Big-game hunters in Texas bid for licence to kill one of Africa’s rare black rhinos

Claims by Dallas Safari Club that auction funds will be used to protect animals in Namibia are dismissed by furious activists, writes David Usborne

Big-game hunters from across America are winding up a four-day annual jamboree in Dallas where the highlight was an auction to raise money to save the black Rhino in Africa. The top lot: a permit to shoot one.

The Dallas Safari Club confirmed that when the gavel dropped at Saturday evening’s sale, the permit to hunt a single black rhino in Namibia had sold for $350, 000 (£212,000), a snip for the dubious privilege of being able legally to bag so rare a beast and then, presumably, to mount its head or other remains on your dining room wall. 

The club went ahead with the sale in spite of fierce criticism from animal welfare advocates which challenged the logic of purportedly working to save the black rhino from extinction by selling a hunter the chance to slaughter one. The sale was also met by a contingent of protesters outside the Dallas Convention Center.

Ben Carter, the executive director of the Dallas Safari Club, said before the sale: “This is the best way to have the biggest impact on increasing the black rhino population.” The permit came direct from the Namibian government, which makes three available each year for the precise purpose of raising money for its rhino conservation programme. It was the first time one had been made available for sale outside the country, however.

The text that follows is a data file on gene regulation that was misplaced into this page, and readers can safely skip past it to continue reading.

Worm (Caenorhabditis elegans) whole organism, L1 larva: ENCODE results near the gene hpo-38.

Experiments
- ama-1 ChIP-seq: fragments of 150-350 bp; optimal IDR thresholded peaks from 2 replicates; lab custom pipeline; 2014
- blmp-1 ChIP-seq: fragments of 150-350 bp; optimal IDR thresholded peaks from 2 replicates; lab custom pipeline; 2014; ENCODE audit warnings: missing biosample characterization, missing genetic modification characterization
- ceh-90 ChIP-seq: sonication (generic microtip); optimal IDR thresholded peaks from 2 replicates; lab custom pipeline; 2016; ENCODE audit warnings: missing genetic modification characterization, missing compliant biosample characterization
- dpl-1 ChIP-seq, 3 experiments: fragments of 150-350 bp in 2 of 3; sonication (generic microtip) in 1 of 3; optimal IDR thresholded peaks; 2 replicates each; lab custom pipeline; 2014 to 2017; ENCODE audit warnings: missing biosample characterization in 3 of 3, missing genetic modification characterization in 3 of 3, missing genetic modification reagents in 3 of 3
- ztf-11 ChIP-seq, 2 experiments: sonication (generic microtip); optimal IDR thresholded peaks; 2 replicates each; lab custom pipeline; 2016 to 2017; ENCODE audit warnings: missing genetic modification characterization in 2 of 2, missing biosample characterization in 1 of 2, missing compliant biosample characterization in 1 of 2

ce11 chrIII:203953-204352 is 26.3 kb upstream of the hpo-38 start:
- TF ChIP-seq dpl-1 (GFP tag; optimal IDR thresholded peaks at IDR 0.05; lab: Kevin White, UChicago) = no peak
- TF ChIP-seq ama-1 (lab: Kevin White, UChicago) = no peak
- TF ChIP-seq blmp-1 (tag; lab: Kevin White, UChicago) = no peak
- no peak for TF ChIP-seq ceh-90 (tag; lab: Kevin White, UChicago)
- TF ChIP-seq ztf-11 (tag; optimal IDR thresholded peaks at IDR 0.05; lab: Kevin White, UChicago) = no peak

The world’s black rhino population now stands at a perilous 5,000, of which about 1,700 are in Namibia, down from 70,000 in the 1960s. Poaching has pushed them to the brink, because their horns fetch huge prices in parts of Asia, where the powdered horn is still believed to offer near-magical medicinal qualities.

According to the Dallas club, the permit will allow the hunter to shoot a specific ageing male rhino which is beyond breeding age and may, in fact, be a hazard to others in its herd. “To hunt a black rhino is not taken lightly by Namibia,” the country’s government states in a letter provided to the club. “Only old geriatric bulls, which are marginalised in the population and do not contribute to reproduction, are trophy hunted.”

Mr Carter said: “They’ve already picked out two or three black rhino males that are old, non-breeding males that are not contributing to the population any more. We know it’s the right way to do it. We’re relying on science and biologists. This is the best way to support the population of black rhinos.”

None of that will impress the conservation groups and other protesters who strove to have the auction called off ever since it was announced last October. An online petition had 60,000 signatories at the time of the auction.

“They need to be protected, not sold to the highest bidder,” said Jeffrey Flocken of the International Fund for Animal Welfare, adding that the auction sent “a message that these iconic and disappearing animals are worth more as dead trophies to be mounted and hung on a wall in a Texas mansion than living in the wild in Africa.”

The person who wrote the large cheque has not been named, and because bids were also taken by telephone it is not certain that the winner was among the roughly 30,000 hunting enthusiasts who attended the convention, or even from within the United States. While no one at the club was saying so, there may also have been a smidgen of disappointment too; there had been speculation the licence would fetch as much as $1m.

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